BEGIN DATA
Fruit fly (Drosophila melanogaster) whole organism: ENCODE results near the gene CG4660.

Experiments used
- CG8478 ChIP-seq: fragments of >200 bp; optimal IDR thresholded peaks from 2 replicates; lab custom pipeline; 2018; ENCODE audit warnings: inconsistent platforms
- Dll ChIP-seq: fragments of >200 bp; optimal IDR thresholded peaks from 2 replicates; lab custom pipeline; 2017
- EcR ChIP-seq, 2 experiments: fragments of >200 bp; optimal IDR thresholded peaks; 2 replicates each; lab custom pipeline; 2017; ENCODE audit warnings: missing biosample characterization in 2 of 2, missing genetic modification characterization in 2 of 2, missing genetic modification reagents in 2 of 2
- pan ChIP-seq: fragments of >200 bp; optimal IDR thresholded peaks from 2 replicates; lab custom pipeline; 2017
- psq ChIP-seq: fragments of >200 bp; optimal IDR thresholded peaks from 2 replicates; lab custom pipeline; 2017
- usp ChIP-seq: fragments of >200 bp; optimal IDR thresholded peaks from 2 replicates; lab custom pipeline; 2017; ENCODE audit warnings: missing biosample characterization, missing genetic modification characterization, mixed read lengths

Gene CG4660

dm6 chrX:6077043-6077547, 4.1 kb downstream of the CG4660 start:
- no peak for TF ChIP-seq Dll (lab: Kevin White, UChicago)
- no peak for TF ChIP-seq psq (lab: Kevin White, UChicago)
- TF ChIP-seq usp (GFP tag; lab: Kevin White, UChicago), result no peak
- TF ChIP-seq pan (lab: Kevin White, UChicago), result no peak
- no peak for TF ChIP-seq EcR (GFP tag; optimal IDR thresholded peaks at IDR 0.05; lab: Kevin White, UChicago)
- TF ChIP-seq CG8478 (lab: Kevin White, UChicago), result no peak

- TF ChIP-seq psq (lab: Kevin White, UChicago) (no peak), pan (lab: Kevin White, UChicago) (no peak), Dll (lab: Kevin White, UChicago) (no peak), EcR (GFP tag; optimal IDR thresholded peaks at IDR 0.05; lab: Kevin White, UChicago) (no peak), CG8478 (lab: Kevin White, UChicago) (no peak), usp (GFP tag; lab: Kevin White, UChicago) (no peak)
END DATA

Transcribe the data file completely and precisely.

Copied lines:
Fruit fly (Drosophila melanogaster) whole organism: ENCODE results near the gene CG4660.

Experiments used
- CG8478 ChIP-seq: fragments of >200 bp; optimal IDR thresholded peaks from 2 replicates; lab custom pipeline; 2018; ENCODE audit warnings: inconsistent platforms
- Dll ChIP-seq: fragments of >200 bp; optimal IDR thresholded peaks from 2 replicates; lab custom pipeline; 2017
- EcR ChIP-seq, 2 experiments: fragments of >200 bp; optimal IDR thresholded peaks; 2 replicates each; lab custom pipeline; 2017; ENCODE audit warnings: missing biosample characterization in 2 of 2, missing genetic modification characterization in 2 of 2, missing genetic modification reagents in 2 of 2
- pan ChIP-seq: fragments of >200 bp; optimal IDR thresholded peaks from 2 replicates; lab custom pipeline; 2017
- psq ChIP-seq: fragments of >200 bp; optimal IDR thresholded peaks from 2 replicates; lab custom pipeline; 2017
- usp ChIP-seq: fragments of >200 bp; optimal IDR thresholded peaks from 2 replicates; lab custom pipeline; 2017; ENCODE audit warnings: missing biosample characterization, missing genetic modification characterization, mixed read lengths

Gene CG4660

dm6 chrX:6077043-6077547, 4.1 kb downstream of the CG4660 start:
- no peak for TF ChIP-seq Dll (lab: Kevin White, UChicago)
- no peak for TF ChIP-seq psq (lab: Kevin White, UChicago)
- TF ChIP-seq usp (GFP tag; lab: Kevin White, UChicago), result no peak
- TF ChIP-seq pan (lab: Kevin White, UChicago), result no peak
- no peak for TF ChIP-seq EcR (GFP tag; optimal IDR thresholded peaks at IDR 0.05; lab: Kevin White, UChicago)
- TF ChIP-seq CG8478 (lab: Kevin White, UChicago), result no peak

- TF ChIP-seq psq (lab: Kevin White, UChicago) (no peak), pan (lab: Kevin White, UChicago) (no peak), Dll (lab: Kevin White, UChicago) (no peak), EcR (GFP tag; optimal IDR thresholded peaks at IDR 0.05; lab: Kevin White, UChicago) (no peak), CG8478 (lab: Kevin White, UChicago) (no peak), usp (GFP tag; lab: Kevin White, UChicago) (no peak)